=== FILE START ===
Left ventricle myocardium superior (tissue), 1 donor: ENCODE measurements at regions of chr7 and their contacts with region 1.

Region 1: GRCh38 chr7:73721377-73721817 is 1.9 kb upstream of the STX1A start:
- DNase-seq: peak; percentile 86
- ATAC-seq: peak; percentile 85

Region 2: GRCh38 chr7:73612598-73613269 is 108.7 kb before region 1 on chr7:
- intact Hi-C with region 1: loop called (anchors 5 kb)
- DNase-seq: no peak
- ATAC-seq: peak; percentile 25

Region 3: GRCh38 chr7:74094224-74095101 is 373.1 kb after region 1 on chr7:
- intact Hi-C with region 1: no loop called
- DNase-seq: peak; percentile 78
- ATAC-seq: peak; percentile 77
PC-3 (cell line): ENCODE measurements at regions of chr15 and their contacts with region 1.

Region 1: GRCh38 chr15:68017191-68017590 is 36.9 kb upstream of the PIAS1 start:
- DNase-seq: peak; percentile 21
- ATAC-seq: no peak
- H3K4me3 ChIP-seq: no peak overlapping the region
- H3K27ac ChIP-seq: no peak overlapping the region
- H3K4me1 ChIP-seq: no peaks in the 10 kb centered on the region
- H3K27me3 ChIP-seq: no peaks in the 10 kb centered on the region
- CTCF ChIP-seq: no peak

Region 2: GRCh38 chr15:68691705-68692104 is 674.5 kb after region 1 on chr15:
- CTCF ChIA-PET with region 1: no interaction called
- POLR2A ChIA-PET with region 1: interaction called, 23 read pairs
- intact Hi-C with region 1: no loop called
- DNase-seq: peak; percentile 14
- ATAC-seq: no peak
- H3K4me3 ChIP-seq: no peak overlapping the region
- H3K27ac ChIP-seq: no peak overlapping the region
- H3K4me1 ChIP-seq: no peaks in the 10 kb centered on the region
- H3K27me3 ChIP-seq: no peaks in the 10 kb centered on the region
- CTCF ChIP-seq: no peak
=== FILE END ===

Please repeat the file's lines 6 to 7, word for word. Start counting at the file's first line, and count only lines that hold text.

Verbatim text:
- intact Hi-C with region 1: loop called (anchors 5 kb)
- DNase-seq: no peak